Sen. Elizabeth Warren wants to help college students drowning in debt by putting them in the same boat as the big banks.
"We do this for the banks because we believe that this is going to help the economy, right, help us on shaky recovery. Same thing is true for our students," Warren said in an exclusive interview on The Last Word with Lawrence O’Donnell on Wednesday. "The big banks have got an army of lobbyists out there, they’ve got an army of lawyers to fight for them. Our students have just their voices and they call on us to do the right thing and that’s what we need to do."
The new Democratic senator from Massachusetts introduced her first bill Wednesday, the Bank on Students Loan Fairness Act, offering students temporary relief from the burden of high interest rates on loans.
"If the Federal Reserve can float trillions of dollars to large financial institutions at low interest rates to grow the economy, surely they can float the Department of Education the money to fund our students, keep us competitive, and grow our middle class," Warren said during a speech on the Senate floor, her second one so far.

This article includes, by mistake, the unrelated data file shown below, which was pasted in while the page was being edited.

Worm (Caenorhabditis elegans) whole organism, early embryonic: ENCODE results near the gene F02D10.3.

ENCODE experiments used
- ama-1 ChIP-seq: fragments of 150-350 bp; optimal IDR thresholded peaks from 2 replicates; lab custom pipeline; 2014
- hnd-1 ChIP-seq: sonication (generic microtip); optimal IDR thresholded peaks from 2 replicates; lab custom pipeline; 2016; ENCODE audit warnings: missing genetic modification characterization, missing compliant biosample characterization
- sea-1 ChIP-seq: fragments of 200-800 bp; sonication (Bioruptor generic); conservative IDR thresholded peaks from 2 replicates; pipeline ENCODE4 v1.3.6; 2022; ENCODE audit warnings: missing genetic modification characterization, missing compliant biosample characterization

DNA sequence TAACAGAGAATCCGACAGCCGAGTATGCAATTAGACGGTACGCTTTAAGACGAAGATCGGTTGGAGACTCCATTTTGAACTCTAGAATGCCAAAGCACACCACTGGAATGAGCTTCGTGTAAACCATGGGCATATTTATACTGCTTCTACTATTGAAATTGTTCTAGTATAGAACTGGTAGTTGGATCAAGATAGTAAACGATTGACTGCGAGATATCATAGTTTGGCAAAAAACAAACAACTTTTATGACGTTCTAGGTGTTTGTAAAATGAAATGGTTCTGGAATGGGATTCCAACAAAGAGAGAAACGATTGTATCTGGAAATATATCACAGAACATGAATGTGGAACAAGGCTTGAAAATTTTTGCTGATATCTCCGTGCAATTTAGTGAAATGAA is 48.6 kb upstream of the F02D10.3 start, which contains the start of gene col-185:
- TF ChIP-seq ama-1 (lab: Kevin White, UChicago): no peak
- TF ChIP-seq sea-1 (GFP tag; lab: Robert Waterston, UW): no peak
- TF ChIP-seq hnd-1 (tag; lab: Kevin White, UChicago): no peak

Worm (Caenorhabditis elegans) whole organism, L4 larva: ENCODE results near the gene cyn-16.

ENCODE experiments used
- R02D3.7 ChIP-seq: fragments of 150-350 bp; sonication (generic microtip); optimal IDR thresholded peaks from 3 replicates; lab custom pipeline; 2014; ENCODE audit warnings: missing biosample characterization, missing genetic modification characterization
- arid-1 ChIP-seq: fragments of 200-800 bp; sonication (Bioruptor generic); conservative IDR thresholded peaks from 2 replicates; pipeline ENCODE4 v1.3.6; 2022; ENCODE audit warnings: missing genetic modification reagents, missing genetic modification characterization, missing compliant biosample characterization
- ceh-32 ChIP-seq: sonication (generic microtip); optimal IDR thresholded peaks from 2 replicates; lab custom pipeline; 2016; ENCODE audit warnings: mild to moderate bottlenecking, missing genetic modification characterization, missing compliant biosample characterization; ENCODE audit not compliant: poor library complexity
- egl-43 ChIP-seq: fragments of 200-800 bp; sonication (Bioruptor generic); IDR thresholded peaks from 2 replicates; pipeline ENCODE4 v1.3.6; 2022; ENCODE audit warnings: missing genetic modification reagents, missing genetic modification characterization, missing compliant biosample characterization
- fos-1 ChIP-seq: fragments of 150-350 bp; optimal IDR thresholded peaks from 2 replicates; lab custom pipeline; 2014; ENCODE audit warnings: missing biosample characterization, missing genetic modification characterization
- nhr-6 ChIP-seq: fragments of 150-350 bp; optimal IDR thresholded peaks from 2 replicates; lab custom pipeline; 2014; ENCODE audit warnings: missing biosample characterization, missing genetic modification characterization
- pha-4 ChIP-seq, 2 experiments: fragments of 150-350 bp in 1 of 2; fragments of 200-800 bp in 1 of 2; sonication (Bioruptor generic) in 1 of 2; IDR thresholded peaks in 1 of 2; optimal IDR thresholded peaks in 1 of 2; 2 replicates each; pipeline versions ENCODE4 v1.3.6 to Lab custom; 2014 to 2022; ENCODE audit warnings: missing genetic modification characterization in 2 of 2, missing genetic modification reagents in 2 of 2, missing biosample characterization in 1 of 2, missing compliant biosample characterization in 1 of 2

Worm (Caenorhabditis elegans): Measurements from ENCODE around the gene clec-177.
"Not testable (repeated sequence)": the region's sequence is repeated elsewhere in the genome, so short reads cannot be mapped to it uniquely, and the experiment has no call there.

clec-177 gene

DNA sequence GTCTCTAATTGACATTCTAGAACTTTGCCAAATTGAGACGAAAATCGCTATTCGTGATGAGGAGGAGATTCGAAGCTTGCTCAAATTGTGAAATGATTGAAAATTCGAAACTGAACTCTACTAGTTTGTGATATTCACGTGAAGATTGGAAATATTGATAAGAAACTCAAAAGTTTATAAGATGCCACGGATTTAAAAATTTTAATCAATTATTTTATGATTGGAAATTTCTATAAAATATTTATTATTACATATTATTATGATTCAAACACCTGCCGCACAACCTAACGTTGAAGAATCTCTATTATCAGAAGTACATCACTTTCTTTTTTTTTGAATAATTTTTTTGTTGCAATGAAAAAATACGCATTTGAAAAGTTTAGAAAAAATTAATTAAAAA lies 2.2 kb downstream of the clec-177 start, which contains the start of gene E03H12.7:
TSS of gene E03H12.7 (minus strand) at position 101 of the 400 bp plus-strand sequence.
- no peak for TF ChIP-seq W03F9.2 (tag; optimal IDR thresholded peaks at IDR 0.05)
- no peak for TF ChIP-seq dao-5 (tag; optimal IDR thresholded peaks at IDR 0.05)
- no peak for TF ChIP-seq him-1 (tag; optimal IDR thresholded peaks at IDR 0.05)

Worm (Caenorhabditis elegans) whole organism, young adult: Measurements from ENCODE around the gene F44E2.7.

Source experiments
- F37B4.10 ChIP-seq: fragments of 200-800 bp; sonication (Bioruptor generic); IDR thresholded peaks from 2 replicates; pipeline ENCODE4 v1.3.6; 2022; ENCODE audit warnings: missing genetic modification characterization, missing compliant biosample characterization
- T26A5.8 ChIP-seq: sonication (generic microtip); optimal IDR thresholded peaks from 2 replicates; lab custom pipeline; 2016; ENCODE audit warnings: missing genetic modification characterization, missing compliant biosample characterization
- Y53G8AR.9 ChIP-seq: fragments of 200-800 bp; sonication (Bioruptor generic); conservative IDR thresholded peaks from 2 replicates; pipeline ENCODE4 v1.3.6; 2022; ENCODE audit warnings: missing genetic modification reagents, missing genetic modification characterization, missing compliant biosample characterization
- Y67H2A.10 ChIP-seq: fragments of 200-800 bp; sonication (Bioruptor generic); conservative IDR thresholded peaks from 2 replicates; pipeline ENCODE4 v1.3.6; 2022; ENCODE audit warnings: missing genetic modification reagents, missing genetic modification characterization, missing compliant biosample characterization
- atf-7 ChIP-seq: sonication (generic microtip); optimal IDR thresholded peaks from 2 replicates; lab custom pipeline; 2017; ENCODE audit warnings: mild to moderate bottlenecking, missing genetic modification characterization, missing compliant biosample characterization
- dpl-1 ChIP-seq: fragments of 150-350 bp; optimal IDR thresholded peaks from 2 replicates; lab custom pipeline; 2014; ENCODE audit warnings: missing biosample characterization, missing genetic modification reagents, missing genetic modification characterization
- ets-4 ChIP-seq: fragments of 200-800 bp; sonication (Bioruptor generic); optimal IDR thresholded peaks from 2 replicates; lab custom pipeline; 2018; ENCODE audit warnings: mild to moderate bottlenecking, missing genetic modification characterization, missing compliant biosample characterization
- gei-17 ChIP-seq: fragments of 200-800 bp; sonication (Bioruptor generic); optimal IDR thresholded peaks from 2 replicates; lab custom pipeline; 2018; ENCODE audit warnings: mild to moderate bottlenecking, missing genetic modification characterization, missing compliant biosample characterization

Under the plan--and for only one year--eligible students would be able to borrow at the same interest rates on their federally subsidized Stafford loans as large banking institutions do with the Federal Reserve.
Big banks can currently lock down a rate of 0.75 percent, Warren made sure to note. College kids, however, pay much more than that. And it’s only going to get worse for them as of July 1, when the rate is scheduled to double from 3.4 percent to 6.8 percent.
“In other words, the federal government is going to charge students interest rates that are nine times higher than the rates for the biggest banks—the same banks that destroyed millions of jobs and nearly broke this economy,” she said. “That isn’t right.”
Data from the New York Federal Reserve Bank shows the average borrower owes an average of $27,000 in loans–a number that continued to spike through the financial crisis, Reuters reported.
Student loan debt in America has skyrocketed to more than $1 trillion, according to the U.S. Consumer Financial Protection Bureau. On Wednesday, the watchdog group warned the long-term economic recovery may be in jeopardy if nothing is done to offer these borrowers some extra assistance; deep debt may hinder them from investing in homes or cars, starting businesses or saving for retirement.